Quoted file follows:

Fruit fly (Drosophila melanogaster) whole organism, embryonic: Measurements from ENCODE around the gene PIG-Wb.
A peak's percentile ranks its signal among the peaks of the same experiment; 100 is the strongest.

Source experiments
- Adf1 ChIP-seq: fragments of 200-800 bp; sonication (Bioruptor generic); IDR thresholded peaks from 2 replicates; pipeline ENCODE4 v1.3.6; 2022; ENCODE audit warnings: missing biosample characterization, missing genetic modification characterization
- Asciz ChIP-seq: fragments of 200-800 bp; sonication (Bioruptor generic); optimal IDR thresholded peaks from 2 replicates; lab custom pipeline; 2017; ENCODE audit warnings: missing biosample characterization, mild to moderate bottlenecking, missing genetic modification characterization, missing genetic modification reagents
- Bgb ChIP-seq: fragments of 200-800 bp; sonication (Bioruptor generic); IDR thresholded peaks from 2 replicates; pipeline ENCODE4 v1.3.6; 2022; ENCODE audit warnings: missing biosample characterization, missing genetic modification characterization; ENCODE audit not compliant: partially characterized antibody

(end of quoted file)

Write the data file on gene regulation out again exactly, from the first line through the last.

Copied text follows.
Fruit fly (Drosophila melanogaster) whole organism, embryonic: Measurements from ENCODE around the gene PIG-Wb.
A peak's percentile ranks its signal among the peaks of the same experiment; 100 is the strongest.

Source experiments
- Adf1 ChIP-seq: fragments of 200-800 bp; sonication (Bioruptor generic); IDR thresholded peaks from 2 replicates; pipeline ENCODE4 v1.3.6; 2022; ENCODE audit warnings: missing biosample characterization, missing genetic modification characterization
- Asciz ChIP-seq: fragments of 200-800 bp; sonication (Bioruptor generic); optimal IDR thresholded peaks from 2 replicates; lab custom pipeline; 2017; ENCODE audit warnings: missing biosample characterization, mild to moderate bottlenecking, missing genetic modification characterization, missing genetic modification reagents
- Bgb ChIP-seq: fragments of 200-800 bp; sonication (Bioruptor generic); IDR thresholded peaks from 2 replicates; pipeline ENCODE4 v1.3.6; 2022; ENCODE audit warnings: missing biosample characterization, missing genetic modification characterization; ENCODE audit not compliant: partially characterized antibody